History of Christianity II
Christianity in the Medieval West
Professor: Dr. Stephen Shoemaker
Office: 813 PLC ; Office Hours: F 1:00-3:00 (or by appointment) Telephone: 346-4998; Email: sshoemak (at) uoregon (dot) edu
Course Description and Objectives
This course will introduce students the history of the Christian traditions in Western Europe during the middle ages, from ca. 400-1500. We will focus especially on the development of Christian thought, the structures of the medieval church, and the interplay of church and politics. We will also concentrate on the historical diversity of the early Christian tradition, in an effort to understand better its contemporary complexity. Only minimal attention will be given to the Eastern Christian traditions during this period, since these are the subject of a separate course. In the course of the term, students will read and write reflective essays on several primary sources, each selected to represent the historical and confessional diversity of Christian traditions, as well as to present certain basic problems from the history of Christianity.
- Joseph H. Lynch, The Medieval Church: A Brief History, Longman, 1992 (ISBN: 0-582-49467-2)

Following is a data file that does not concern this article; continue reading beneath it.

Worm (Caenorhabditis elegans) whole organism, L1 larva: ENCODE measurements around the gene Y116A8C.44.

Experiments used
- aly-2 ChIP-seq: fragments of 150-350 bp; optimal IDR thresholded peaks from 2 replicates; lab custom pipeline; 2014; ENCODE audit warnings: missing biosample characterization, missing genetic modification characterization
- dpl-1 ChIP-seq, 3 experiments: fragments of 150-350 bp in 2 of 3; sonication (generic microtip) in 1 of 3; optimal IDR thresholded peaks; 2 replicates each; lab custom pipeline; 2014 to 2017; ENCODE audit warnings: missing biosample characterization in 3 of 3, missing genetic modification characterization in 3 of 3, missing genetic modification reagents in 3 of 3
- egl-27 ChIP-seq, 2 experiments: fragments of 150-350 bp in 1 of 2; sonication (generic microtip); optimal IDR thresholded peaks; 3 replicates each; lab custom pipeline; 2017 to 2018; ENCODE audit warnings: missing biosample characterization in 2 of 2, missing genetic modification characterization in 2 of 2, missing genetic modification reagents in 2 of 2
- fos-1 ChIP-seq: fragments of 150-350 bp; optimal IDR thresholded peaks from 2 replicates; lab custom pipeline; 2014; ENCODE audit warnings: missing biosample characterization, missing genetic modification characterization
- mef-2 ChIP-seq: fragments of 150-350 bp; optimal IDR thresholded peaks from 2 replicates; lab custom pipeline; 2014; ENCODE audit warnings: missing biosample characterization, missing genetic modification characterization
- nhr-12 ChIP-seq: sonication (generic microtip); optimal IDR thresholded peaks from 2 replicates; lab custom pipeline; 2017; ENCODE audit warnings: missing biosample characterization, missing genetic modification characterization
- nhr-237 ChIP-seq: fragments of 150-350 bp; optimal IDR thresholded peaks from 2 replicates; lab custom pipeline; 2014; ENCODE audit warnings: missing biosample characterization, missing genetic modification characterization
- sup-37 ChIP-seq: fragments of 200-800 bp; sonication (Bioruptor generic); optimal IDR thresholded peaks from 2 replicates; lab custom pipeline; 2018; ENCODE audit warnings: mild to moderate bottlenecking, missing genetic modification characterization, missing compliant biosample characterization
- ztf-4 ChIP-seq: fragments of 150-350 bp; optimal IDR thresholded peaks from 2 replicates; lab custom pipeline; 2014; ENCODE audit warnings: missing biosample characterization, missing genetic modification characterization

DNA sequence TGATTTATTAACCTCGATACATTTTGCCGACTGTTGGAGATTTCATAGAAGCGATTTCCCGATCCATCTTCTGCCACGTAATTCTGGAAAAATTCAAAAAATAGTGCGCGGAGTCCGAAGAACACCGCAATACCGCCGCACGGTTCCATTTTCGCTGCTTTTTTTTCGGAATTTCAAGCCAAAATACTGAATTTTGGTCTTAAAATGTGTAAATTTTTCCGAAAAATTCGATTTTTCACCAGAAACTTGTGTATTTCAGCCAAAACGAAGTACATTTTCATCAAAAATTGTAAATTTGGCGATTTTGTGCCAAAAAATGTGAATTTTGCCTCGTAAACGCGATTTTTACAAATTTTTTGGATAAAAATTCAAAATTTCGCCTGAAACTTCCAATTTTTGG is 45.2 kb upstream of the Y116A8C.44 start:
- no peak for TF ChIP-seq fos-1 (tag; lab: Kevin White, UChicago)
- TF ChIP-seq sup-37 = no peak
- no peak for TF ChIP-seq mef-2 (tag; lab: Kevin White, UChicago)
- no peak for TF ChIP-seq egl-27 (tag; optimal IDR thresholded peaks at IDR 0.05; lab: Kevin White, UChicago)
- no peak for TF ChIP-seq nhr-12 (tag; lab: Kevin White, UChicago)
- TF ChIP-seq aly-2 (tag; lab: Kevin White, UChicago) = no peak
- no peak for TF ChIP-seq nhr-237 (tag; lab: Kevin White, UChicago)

- Marcia L. Colish, Medieval Foundations of the Western Intellectual Tradition: 400-1400, Yale University Press, 1999 (ISBN: 0300078528)
- Julian of Norwich, Revelations of Divine Love, Penguin, 1966 (ISBN: 0-14-044177-8) [optional]
Several other items are to be found on the internet, as indicated below.
There are several “handouts” that should be printed out and brought to class. They are available as HTML and Word files
Attendance at all class sessions is expected. Since class sessions will involve a fair amount of student discussion, students should read all the assignments carefully before coming to class. Assignments will generally involve about 100 pages of reading per week. Everyone should be prepared to contribute both ideas and questions to the class discussions. Assignments and grading are as follows:
A. Two exams 2/14 & 8:00 Thursday, March 22 (60%)
B. Class attendance and participation (10%)
C. One 5-6 page (double-spaced: approx. 1500 words) essays (30%), chosen from the following options.
1. Due 2/21. Read these selections from Bede’s Ecclesiastical History of the English People and answer the following questions: “How were the English people converted to Christianity? What roles did the king and queen play? To what extent did the English people themselves make this decision? What was the status of the traditional ‘pagan’ religion after the conversion? What do you think about the fact that this was the way in which Christianity was often spread in early Medieval Europe?”